We have a rule in my home; when writing, we don’t write Christmas as
“X-mas” because we don’t believe in taking “Christ” out of “Christmas.”

In fact, to do so is the worst form of hypocrisy; the reason for all
the sales, the office parties, the days off from school and work, and
the family get-togethers is because, on Dec. 25, Christ Jesus was born.

Not “X Jesus” or, in modern terms, “Jesus X.”

Yet all around us we see evidence of an increasingly secular American
society working overtime to remove Christ (and, in effect, Christianity)
from the celebration of the birth of our Lord and Savior.

Legal groups like the American Civil Liberties Union sue cities and
individuals who “dare” to put up Christian Nativity scenes in public.

Traditional Christmas music has been rewritten to omit words like
“Baby Jesus” and “Christmas” itself, replaced by nondescript terms like
“the little baby” and “the holidays.”

To many American adults, Christmas is little more than an
unanticipated time of the year when they must spend lots of money they
don’t have to brave rude crowds and store clerks to buy gifts. To many
children, Christmas is little more than a chance to open those gifts and
“get stuff.”

Christmas is also a time of blatant hypocrisy in a “multi-ethnic”
society; even many who don’t believe in God and Jesus Christ have no
crisis of conscience when electing to celebrate this time of year in
traditional Christmas fashion.

All of this happens because our secular society has been too
successful in removing Christ from Christmas.

Our Lord and Savior’s birthday is not about sales and gifts and
lights and days off; it’s about counting and appreciating the blessings
we’ve been given by God. It’s about recognizing that He sent His son, in
the form of man, to this earth He created to show us there is a better
way and a better life — now and ahead.

The problem is, most of us are simply too busy or too uninterested to
notice or appreciate this most precious of all gifts — life

We all realize and understand that, in a secular world, businesses
must sell goods to survive and provide a living for owners and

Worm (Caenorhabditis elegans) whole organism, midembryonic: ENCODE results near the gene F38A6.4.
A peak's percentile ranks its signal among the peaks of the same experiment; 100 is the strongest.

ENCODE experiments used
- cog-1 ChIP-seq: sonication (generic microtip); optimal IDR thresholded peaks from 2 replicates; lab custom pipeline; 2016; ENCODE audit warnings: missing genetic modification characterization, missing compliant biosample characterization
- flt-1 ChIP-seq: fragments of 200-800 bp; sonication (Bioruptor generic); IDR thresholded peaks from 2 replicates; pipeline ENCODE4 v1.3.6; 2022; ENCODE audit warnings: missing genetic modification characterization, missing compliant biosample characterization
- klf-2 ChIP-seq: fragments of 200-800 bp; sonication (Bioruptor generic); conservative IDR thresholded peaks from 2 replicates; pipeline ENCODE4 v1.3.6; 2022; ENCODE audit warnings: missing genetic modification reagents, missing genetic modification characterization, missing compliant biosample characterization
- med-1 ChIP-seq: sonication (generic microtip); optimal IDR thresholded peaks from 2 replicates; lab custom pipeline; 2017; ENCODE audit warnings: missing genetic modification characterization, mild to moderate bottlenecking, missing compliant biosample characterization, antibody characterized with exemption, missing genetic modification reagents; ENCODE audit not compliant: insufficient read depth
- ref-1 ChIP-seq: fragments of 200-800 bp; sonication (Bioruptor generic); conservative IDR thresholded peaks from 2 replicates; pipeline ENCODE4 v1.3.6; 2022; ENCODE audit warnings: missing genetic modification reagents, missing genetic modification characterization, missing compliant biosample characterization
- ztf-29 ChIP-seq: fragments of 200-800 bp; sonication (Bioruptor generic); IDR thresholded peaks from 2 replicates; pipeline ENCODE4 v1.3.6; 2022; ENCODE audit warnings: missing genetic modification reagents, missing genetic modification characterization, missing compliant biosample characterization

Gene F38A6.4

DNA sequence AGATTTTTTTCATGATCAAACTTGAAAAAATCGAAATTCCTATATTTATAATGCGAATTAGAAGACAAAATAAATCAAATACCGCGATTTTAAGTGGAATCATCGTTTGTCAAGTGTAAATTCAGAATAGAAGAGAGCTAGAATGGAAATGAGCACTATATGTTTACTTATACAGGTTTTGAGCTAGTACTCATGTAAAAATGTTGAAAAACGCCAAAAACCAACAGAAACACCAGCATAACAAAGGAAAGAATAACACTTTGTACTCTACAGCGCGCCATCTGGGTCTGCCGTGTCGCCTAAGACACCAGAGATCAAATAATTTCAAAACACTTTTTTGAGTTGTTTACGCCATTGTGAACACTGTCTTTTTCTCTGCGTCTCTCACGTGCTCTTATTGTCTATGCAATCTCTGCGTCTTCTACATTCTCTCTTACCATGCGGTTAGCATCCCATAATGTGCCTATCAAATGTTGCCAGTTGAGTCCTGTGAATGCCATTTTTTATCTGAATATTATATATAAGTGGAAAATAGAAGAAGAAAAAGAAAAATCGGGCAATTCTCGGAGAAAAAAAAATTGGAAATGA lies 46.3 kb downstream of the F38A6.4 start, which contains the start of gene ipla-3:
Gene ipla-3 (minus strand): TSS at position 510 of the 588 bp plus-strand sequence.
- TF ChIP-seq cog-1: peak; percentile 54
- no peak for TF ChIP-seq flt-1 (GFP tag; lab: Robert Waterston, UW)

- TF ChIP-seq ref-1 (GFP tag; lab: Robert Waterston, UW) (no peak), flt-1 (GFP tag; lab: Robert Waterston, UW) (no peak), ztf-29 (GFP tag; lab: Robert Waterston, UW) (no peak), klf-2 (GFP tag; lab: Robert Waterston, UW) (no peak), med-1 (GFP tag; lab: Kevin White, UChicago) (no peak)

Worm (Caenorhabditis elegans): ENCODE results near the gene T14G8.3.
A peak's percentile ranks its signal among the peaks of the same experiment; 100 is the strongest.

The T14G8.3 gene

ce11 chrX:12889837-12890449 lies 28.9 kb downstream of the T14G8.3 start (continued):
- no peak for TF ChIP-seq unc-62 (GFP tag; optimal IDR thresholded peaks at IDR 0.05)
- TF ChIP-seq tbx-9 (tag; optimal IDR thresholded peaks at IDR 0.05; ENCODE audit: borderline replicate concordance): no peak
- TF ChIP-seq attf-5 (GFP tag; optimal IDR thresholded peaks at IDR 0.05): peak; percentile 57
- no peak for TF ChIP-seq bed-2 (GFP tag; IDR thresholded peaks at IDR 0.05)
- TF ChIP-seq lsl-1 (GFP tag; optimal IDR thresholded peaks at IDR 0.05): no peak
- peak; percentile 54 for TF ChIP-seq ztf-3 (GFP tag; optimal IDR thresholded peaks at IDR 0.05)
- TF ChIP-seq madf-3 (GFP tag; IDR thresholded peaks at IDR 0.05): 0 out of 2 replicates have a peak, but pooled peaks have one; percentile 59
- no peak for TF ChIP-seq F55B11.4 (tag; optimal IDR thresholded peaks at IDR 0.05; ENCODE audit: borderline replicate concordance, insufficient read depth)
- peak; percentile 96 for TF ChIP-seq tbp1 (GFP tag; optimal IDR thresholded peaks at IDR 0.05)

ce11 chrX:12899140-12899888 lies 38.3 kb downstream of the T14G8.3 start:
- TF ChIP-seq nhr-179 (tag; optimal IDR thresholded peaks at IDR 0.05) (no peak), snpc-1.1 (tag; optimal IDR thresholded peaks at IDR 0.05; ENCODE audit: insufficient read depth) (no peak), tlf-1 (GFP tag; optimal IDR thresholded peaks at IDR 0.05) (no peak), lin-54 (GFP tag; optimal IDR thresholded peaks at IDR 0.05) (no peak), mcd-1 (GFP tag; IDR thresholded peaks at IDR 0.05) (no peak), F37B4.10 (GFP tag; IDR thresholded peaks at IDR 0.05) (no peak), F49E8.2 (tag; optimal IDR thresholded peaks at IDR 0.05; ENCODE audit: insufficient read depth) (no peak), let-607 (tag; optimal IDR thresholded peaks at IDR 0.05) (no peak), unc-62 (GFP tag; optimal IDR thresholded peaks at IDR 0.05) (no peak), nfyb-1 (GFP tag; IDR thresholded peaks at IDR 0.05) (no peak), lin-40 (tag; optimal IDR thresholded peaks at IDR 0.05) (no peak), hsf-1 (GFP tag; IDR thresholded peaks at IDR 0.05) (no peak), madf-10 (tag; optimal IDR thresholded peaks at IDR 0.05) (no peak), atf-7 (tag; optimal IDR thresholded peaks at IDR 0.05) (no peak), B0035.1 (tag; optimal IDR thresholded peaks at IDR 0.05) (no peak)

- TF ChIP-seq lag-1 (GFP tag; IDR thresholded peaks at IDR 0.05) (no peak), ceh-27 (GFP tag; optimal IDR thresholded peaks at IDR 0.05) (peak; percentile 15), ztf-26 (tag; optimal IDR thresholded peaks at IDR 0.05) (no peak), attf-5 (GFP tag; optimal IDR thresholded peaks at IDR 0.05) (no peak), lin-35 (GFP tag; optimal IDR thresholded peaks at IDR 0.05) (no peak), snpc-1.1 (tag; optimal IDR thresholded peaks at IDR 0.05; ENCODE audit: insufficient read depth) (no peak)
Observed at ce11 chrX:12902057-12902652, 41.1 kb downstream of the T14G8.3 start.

shareholders. We know that in our busy lives, escaping the rat race even
for a few days is a “gift” of utmost value. We know that parents buy
gifts for their children because they love them. And we realize that not
everybody looks at the Christmas season the same way we do.

But despite these realities, what harm could come from slowing down
and taking stock of the true meaning of the Christmas season?

Even for non-Christians, the message of Jesus’ birth — which
represents new life for all humanity — ought to be comforting and

At a minimum, it ought to mean more than finding the next blue-light
special or waiting out the crowds at the Wal-Mart “returns” counter.

In general, America has been blessed by God’s gifts more than any
other nation in history. But with each new success, each new rise
in the stock market, each new automobile model year, Americans seem to
appreciate these gifts less while, at the same time, selfishly demanding
more of them — as if it were our inherent right.

It’s not.

Christmas — in celebration of the birth of Jesus — comes once a
year as a reminder to all of us that there is more to life than material
comforts and personal gratification. Jesus’ birth demonstrates that life
itself is an invaluable gift.

But if we remove Him, we remove the greatest gift of all — life

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